The GOP has added at least 10 women to the House of Representatives following the General Election on Nov. 3, indicating a wave of conservative women, not only running, but winning house seats this election. The Republican Party increased its efforts to recruit women to run for office ahead of the 2020 election, a plan that seems to be paying off.

In an announcement last year, the NRCC said it planned to target 55 Democratic seats and gave their support to 22 female nominees this election cycle. According to the Rutgers Center for American Women and Politics (CAWP), 227 Republican women filed to run for the House this year. Of that number, 94 won their primaries, breaking the previous record of 53 wins in 2004. While ballots are still being counted in some states, CAWP has already confirmed the following female GOP wins:

  • Kat Cammack (FL)
  • Diana Harshbarger (TN)
  • Marjorie Taylor Greene (GA)
  • Maria Salazar (FL)
  • Mary Miller (IL)
  • Michelle Fischbach (MN)
  • Yvette Herrel (NM)
  • Stephanie Bice (OK)
  • Nancy Mace (SC)
  • Lisa McClain (MI)
  • Lauren Boebert (CO)
  • Ashley Hinson (IA)
  • Victoria Spartz (IN)

Of the list above, Rep. Georgia winner Marjory Taylor Greene has been receiving the most national press coverage due to her reported support of the increasingly popular far-right conspiracy theory group, QAnon.

“As a female resident of Georgia, it’s wonderful to see more women packing the house but it’s definitely alarming that we now have someone who is quoted saying that Charlottesville was an inside job representing our state,” Gabrielle Rose, a Georgia resident said.

Rep. Nancy Mace of South Carolina made headlines earlier this year when Vice President Mike Pence recognized her during a speech at The Citadel, the military college where she was the first female graduate.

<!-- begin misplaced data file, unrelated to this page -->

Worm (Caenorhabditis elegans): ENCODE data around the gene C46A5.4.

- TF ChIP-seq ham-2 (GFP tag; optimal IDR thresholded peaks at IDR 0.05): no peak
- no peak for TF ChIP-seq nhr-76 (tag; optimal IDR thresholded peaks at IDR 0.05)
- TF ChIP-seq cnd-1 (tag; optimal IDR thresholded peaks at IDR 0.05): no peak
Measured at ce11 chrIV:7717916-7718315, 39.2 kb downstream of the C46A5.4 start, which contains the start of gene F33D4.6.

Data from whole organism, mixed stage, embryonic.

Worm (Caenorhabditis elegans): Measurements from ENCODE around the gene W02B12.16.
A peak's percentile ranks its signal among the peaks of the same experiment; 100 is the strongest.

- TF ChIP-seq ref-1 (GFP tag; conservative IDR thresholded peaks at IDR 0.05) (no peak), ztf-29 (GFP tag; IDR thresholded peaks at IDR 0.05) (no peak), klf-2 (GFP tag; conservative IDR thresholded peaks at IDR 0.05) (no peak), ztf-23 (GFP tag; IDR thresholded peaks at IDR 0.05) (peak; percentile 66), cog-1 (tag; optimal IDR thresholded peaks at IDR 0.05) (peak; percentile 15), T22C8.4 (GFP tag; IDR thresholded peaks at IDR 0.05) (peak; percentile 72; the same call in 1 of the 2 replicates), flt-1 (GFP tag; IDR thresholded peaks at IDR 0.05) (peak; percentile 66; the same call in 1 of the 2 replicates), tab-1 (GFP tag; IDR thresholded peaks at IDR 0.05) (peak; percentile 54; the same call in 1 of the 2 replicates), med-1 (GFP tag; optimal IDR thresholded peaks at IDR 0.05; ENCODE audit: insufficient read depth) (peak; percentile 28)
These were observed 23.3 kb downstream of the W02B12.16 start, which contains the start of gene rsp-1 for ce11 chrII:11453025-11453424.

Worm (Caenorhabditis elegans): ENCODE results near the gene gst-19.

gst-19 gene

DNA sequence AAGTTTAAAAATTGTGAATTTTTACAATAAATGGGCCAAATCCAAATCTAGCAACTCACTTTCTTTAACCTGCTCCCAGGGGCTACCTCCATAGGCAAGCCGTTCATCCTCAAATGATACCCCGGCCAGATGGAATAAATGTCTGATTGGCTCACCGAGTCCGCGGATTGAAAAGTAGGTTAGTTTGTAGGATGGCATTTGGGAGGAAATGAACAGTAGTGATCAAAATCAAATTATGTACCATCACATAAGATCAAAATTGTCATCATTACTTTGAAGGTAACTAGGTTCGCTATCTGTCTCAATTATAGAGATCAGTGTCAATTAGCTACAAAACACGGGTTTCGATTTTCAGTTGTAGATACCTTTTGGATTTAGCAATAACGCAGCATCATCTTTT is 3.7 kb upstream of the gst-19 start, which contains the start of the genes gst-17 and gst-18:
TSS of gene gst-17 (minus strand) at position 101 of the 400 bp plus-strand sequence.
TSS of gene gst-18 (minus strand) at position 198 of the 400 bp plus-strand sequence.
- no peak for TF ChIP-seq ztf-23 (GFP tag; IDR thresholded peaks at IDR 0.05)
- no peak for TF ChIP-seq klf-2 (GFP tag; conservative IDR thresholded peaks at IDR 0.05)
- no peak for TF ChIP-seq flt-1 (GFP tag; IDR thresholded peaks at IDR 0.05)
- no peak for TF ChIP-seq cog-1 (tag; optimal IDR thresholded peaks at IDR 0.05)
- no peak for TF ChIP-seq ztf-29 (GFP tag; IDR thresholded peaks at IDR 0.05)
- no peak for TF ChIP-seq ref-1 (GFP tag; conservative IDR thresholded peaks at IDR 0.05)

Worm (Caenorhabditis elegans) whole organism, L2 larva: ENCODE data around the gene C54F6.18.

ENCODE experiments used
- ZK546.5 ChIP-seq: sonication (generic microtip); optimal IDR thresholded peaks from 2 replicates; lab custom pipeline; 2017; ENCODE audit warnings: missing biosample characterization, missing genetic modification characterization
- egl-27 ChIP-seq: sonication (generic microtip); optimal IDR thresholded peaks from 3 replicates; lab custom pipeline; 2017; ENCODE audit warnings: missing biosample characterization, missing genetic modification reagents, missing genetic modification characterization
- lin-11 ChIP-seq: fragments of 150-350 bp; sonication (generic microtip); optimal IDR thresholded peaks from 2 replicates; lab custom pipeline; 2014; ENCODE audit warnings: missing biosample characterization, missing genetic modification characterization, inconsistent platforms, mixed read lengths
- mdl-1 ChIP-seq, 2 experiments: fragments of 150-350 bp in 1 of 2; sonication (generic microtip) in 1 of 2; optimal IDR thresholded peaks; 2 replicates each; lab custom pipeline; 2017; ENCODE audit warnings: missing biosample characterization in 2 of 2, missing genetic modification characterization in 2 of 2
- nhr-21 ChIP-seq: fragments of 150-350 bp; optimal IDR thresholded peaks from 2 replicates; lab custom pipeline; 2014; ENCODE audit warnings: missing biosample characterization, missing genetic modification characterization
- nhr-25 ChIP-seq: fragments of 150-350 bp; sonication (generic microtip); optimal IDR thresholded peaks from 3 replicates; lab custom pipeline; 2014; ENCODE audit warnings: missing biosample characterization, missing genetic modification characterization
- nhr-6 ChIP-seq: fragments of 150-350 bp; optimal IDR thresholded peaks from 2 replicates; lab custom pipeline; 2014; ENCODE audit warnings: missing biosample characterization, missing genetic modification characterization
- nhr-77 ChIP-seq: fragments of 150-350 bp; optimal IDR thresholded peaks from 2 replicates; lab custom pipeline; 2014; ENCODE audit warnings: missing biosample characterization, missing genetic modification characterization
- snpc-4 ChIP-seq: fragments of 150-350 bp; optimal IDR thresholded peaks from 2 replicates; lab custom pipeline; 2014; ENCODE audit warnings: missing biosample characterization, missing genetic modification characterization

In California, Rep. Harley Rouda (D) is currently locked in a tight race with Michelle Steel (R) for the state’s 48th Congressional District. The Orange County district is the third-most populous county in California and includes areas like Huntington Beach, Laguna Beach and Newport Beach. With the exception of Laguna Beach, these areas have exhibited consistently high COVID-19 numbers and were the site of several anti-mask protests over the summer. Rouda won his seat in 2018 during a landslide win for Orange County Democrats that saw its seven House of Representative seats replaced by Democratic candidates.

Public policy expert Dr. Dora Kingsley Vertenten believes this is a sign that the Republican party is finally catching on to their need to diversify.

Q1: “It’s about the fact that the Republican party is willing to look at Republican women, to recruit Republican women and the donors are willing to fund them… it really is a reflection of a political party which has seen the errors of their ways and are beginning to open themselves up to diversity and the first diversity is the issue of gender diversity.”

This surge of conservative female winners is reminiscent of the wave of Democratic female candidates and winners that shook up the house in the 2018 midterm elections. This so-called “blue wave” included popular female democrats such as Alexandria Ocasio-Cortez (D-N.Y.) and Ilhan Omar (D-Minn), who along with Ayanna Pressley (D-Mass.) and Rashida Tlaib (D-Mich.), make-up what is known as “The Squad,” a group of women who have become some of the most influential voices of the left. All four of these women have won re-election.

This 2018 win for female democrats could have been the driving force for the gush of conservative candidates this election season, according to Kelly Gittmar with the Center for American Women and Politics at Rutgers University. Prior to this election season, women made up only 7% of House Republicans, compared to 38% of House Democrats. The record number of Republican women that have served at one time is 25 which means that as of this afternoon Republicans need only 12 more wins to break that record. With 13 wins already under their belt, that number is not far from reach.